Cue the sound of angels. Something is finally going right.

Are you sitting down? Variety has reported that Netflix is developing a 10-episode "present-day continuation of San Francisco author Armistead Maupin's Tales of the City," complete with the transcendent Laura Linney and Olympia Dukakis returning to their former roles.

Many of us plotted San Francisco lives and loves through the window of Tales, beginning with its launch in the San Francisco Chronicle in 1976, and then through books, multiple miniseries, and even a musical — which was just performed in a concert production in New York in March. Maupin's stories of the city's modern coming-of-age are must-reads and must-watches. 24 years after the PBS miniseries aired, they shall emerge in a new form on Netflix — and will probably change everything for the better. Fingers crossed.

Maupin will serve as the series' executive producer and Alan Poul, who directed the first three Tales of the City miniseries, will direct. The Hours Michael Cunningham has already written the first script. Mary Ann Singleton, Michael Tolliver, and Anna Madrigal will all return.

Maupin has been dropping hints that this series was in the works. According to Logo, on a book tour last year, he told the crowd, "How great would it be if people found out Mary Ann Singleton and Anna Madrigal were soon headed back to 28 Barbary Lane, and they found out from gossip heard in the Castro bookstore?"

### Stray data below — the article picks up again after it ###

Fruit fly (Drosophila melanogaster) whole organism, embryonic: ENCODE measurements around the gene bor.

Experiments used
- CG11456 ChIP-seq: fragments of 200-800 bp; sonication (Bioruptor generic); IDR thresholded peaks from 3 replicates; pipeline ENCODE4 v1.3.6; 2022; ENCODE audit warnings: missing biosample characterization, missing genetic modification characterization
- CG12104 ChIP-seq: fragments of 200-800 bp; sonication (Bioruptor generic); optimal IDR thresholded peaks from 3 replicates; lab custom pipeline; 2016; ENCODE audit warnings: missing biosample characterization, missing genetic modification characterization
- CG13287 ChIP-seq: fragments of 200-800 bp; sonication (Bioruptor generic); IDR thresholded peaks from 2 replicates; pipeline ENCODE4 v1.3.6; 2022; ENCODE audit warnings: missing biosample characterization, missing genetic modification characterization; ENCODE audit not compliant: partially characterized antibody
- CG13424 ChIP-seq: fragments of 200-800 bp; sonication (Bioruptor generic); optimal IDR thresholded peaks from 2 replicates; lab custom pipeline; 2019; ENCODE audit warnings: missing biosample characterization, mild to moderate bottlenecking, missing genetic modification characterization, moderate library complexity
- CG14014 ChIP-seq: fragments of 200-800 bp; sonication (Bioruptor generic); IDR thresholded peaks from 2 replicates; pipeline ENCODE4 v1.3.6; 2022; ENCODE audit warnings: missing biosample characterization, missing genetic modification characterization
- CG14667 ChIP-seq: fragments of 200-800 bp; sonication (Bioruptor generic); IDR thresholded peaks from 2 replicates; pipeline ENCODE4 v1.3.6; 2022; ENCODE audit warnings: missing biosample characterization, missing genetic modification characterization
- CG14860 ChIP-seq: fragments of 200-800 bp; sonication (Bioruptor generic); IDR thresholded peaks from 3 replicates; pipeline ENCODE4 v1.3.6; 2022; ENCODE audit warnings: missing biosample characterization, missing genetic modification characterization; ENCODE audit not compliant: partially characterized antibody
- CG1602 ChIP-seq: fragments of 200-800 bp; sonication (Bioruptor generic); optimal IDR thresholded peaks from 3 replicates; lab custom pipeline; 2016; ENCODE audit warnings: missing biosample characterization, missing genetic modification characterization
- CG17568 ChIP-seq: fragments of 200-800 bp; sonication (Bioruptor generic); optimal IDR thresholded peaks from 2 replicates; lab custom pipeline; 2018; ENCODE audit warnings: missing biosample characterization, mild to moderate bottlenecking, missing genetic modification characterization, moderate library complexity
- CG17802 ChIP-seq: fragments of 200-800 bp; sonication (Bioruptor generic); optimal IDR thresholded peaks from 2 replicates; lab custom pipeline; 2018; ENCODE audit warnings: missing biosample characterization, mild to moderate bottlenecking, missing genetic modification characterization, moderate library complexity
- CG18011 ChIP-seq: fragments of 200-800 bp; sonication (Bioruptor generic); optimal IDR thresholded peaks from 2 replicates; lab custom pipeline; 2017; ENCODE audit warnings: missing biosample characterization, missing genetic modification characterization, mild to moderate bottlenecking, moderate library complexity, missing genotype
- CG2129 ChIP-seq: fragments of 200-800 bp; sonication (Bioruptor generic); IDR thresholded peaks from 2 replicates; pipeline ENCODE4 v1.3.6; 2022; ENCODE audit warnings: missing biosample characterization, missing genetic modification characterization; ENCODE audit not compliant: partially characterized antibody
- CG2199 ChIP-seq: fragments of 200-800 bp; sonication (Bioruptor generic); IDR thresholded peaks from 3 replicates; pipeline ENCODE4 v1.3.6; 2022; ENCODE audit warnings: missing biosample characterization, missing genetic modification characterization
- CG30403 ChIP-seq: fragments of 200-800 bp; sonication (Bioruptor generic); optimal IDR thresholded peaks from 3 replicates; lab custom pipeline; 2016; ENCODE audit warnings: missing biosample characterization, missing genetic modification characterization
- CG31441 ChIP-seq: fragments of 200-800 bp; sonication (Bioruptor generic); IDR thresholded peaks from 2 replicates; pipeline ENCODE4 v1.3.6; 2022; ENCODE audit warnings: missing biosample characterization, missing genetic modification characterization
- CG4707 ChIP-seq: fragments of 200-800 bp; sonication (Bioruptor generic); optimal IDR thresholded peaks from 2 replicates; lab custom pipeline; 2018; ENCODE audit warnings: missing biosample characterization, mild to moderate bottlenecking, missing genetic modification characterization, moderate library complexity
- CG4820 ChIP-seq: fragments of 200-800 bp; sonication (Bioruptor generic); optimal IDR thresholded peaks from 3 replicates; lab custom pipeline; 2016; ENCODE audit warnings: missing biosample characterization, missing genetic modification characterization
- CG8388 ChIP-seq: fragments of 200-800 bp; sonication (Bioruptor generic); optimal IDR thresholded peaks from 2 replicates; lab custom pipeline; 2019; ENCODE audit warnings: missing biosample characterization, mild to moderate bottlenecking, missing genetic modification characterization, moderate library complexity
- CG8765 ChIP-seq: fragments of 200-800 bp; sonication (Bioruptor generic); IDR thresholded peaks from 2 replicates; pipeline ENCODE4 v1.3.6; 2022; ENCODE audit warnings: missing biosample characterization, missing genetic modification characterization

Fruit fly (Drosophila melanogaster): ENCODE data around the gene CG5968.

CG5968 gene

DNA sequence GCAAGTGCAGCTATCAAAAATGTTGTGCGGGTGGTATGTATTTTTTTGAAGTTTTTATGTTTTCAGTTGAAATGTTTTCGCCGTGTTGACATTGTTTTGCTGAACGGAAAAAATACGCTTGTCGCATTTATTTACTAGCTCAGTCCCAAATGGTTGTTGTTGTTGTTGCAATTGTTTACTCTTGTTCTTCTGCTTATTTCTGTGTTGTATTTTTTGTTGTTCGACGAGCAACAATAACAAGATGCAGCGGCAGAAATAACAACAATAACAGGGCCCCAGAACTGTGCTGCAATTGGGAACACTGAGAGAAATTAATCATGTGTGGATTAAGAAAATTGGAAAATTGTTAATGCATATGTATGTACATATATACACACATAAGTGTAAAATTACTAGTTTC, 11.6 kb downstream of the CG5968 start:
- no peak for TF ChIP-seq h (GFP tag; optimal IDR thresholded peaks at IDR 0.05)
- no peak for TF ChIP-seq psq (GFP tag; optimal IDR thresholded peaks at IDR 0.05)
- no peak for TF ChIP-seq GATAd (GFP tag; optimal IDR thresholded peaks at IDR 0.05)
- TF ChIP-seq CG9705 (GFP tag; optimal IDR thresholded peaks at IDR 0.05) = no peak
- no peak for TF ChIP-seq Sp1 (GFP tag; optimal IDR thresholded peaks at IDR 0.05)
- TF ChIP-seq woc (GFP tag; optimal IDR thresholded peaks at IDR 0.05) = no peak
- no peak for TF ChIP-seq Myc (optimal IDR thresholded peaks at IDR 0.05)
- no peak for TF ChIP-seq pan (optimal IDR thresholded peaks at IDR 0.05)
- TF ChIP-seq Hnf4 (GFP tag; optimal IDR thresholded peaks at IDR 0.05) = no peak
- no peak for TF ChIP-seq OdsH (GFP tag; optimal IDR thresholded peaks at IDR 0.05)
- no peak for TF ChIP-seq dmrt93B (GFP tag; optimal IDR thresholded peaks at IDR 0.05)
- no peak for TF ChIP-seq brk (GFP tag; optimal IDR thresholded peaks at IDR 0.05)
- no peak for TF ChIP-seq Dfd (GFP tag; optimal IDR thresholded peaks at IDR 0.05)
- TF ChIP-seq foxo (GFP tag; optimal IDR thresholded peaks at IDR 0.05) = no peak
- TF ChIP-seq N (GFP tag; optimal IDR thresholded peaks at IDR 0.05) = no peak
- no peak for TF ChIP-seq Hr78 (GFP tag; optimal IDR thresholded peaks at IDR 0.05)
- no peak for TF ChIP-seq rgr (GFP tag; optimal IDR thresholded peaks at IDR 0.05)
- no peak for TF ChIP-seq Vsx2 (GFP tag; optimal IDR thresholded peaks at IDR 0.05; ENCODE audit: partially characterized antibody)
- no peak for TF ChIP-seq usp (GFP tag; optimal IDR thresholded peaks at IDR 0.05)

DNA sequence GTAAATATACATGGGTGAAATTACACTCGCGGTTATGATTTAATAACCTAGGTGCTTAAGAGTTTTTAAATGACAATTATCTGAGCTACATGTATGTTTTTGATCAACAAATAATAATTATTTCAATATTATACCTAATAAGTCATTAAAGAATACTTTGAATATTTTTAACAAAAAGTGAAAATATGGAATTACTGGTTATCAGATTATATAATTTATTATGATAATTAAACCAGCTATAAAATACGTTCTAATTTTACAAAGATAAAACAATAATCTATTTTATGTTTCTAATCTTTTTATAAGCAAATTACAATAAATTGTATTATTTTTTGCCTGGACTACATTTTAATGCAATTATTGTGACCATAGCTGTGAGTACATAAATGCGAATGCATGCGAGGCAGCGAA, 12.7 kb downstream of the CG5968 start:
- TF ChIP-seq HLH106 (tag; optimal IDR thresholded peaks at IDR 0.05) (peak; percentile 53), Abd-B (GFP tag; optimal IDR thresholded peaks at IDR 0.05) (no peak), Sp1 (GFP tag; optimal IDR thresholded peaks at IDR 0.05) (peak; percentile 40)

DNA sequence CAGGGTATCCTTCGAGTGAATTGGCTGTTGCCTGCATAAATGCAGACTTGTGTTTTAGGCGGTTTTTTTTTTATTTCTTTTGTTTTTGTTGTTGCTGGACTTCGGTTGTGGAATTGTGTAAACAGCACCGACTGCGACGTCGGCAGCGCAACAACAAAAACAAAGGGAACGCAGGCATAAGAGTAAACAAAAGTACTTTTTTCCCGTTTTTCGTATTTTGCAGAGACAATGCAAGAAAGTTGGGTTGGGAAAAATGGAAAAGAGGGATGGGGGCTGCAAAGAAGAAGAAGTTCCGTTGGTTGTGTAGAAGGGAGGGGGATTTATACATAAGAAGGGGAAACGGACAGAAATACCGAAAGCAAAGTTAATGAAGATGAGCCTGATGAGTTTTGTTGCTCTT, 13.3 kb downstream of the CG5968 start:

It would be SO GREAT, Armistead.

SF Weekly's Peter Kane includes this must-know slice of info in his post on the subject:

And I once bartended at A.C.T. during the run of a play that the amazing, formidable Olympia Dukakis starred in. Her theatrical entrance required her to use the main elevator and we were told not to make eye contact with her, as she was not to be disturbed while in character. In other words, don't mess, Netflix!

The first Tales of the City miniseries was released on PBS in 1994, followed by More Tales of the City in 1998 and Further Tales of the City in 2001. So many tales, now more time.

Related: Armistead Maupin Returns To San Francisco For Good